The #FridaysForFuture movement, in which students in Europe are planning to skip classes, has now spread to Hong Kong. The movement, inspired by 16-year-old Swede, Greta Thunberg, first came to light after she spoke at the United Nations Climate Conference in December, and gathered more steam in January when she lectured business elites in Davos urging much tougher action against climate change.
In the meantime, students in many European countries have participated in climate strikes with the movement spreading as far as Australia. By skipping school, the students hope to pressure governments to take stronger action against the forces contributing to climate change.
Locally, the movement appears to be gathering strength with about 500 students committed on the students’ Facebook page to attend today’s march from Chater Garden in Central to government headquarters at Tamar. Predictably, the Education Bureau has come out against the strike stating that the boycott of classes will disrupt order in schools and interfere with learning.
Such a reaction is both ironic and short-sighted but totally expected. Ironic, because our local education system remains moribund and obsessively focused on exams. In the meantime, innovative schools are encouraging experiential learning in recognition that society is moving so quickly that students need to be pro-active in their learning and seize moments like this. I have little doubt that if the strike is successfully pulled off, the students’ experience of organising the event, coupled with the networking that would occur during the strike, would benefit them far more than if they had been sitting in the classroom.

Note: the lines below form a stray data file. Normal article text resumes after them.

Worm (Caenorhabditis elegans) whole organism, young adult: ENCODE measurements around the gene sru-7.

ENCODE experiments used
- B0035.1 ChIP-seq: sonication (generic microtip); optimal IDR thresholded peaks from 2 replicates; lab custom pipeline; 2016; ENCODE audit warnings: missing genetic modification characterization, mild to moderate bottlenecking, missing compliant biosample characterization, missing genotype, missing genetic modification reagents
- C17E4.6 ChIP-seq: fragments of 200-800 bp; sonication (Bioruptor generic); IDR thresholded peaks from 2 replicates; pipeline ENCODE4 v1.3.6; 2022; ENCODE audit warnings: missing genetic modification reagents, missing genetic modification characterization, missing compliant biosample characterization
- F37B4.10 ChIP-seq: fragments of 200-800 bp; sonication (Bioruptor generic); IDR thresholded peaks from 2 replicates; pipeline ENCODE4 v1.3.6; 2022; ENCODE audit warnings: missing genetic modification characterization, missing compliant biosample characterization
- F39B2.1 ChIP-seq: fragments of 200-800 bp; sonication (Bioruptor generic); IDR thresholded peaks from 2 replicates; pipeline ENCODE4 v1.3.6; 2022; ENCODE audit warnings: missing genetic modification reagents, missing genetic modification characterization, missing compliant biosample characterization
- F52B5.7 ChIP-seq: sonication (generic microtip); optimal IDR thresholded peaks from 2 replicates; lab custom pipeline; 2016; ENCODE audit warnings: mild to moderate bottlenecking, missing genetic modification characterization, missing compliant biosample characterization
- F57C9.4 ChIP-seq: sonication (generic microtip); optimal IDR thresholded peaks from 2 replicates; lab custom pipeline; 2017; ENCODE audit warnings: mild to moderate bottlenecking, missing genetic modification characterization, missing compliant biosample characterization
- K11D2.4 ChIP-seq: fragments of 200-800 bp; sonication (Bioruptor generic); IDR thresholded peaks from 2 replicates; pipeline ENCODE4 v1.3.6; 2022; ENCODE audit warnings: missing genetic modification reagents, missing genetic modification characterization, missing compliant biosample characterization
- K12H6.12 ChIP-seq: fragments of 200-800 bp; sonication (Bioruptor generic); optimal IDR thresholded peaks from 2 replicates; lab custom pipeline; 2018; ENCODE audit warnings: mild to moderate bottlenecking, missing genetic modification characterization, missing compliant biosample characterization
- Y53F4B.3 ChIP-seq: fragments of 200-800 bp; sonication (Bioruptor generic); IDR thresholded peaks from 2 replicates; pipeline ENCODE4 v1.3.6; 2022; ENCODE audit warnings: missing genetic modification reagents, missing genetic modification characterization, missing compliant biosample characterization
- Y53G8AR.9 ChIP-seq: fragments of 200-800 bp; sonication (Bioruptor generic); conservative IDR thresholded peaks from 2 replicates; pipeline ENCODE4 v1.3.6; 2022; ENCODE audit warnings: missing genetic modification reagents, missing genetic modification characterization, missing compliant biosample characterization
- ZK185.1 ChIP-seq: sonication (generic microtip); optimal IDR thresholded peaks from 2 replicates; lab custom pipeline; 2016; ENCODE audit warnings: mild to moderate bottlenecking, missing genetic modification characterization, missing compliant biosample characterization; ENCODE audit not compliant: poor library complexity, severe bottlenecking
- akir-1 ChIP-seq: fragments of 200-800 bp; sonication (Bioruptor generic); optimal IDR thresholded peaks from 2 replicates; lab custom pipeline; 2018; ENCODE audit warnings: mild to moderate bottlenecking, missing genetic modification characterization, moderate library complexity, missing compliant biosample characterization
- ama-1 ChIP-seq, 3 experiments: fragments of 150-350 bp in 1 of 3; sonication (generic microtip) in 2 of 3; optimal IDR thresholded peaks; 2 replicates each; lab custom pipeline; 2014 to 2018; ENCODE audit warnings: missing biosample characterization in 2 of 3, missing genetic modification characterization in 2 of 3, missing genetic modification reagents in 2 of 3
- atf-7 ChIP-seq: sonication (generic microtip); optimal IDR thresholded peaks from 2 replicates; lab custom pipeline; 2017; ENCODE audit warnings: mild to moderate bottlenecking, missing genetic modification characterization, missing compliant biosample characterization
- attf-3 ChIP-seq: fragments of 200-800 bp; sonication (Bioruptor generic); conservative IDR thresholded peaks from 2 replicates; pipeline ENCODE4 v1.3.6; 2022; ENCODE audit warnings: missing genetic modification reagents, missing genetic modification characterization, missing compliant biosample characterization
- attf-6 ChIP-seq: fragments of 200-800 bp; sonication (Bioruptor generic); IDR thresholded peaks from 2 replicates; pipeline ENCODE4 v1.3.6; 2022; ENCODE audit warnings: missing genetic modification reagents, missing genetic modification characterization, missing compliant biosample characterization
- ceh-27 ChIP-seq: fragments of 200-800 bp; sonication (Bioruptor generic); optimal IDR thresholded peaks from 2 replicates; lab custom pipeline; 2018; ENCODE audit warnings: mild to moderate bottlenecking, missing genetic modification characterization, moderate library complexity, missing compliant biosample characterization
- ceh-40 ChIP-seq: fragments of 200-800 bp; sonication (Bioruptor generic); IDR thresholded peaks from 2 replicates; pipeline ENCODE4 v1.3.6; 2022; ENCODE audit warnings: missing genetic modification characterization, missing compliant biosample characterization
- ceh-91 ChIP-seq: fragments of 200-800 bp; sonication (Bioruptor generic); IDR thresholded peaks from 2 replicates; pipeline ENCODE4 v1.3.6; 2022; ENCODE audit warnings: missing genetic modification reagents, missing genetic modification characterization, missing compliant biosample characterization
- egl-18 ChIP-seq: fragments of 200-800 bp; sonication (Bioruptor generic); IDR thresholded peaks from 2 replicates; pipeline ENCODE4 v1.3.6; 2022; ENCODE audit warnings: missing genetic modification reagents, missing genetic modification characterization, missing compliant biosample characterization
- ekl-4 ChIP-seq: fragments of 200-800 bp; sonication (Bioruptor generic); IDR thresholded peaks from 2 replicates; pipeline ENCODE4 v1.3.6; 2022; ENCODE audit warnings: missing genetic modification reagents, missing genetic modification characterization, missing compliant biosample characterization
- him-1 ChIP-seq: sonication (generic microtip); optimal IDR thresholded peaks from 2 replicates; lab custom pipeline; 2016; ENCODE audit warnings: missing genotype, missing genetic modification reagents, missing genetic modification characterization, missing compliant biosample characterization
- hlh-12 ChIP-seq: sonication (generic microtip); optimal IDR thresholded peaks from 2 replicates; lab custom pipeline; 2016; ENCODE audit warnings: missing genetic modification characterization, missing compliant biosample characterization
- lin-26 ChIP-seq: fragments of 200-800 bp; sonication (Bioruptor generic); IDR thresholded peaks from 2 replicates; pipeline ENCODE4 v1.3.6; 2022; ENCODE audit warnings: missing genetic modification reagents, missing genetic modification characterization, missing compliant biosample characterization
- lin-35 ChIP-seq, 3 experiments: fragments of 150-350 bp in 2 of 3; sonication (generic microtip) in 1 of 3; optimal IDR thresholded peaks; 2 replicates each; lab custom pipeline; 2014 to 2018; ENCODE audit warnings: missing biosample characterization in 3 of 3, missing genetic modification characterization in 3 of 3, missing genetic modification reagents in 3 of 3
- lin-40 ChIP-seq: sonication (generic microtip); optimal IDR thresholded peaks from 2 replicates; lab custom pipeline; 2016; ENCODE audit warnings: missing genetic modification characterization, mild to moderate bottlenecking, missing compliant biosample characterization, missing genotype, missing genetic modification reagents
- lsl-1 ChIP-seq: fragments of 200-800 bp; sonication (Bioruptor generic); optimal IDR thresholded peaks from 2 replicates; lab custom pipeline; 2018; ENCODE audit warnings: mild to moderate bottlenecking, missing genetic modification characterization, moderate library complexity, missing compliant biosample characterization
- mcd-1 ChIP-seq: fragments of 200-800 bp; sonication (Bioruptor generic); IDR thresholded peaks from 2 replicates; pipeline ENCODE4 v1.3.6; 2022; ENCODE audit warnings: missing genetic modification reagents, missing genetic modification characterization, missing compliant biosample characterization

As for short-sightedness, is there any doubting that climate change is reaching the level of a crisis? In a newly released book, The Uninhabitable Earth, author David Wallace-Wells describes in frightening detail the best and worst case scenarios in the coming decades, which many of us who are middle-aged and older will get only a glimpse. Basically, the title of this well-researched book says it all. Our warmest winter on record, seemingly already over now in early March, coupled with Typhoon Mangkhat last fall are only mild precursors of what’s to come.
This is the whole point of the strike, which is largely being organised by teenagers. They are the ones, along with their children who will suffer most of the dire consequences of climate change.
Coincidentally, the just-released budget, one of the government’s signature events of the year, leaves little doubt about how out of touch our leaders are with regard to the impending climate crisis. The only measure in the budget that could be termed even remotely environmentally oriented was a promise for extra funding for more electric car charging stations, a laughably minuscule token to environmental sustainability. This is especially the case when one considers that lugging oneself around the city in a two tonne vehicle, whether or not it emits fumes, cannot be called sustainable given our marvellous public transport system, not to mention that most of our electricity for these “green” vehicles is generated here in Hong Kong by burning fossil fuels.
Thus, our government leaders are dropping the ball on two fronts. They are unwilling to seriously contribute funding from their massive reserve and surplus to reduce our collective carbon footprint by investing in renewable energy and the like. Meanwhile, they continue to support those who get around town in large vehicles. Secondly, and perhaps even worse, they discourage our youth who are trying to create change from rising up and using their minimal power to do something about climate change via the strike.
It seems that our government, with its head in the sand, needs a warning much stronger than Typhoon Mangkhat before it is willing to change its mindset regarding climate change. That warning will surely come.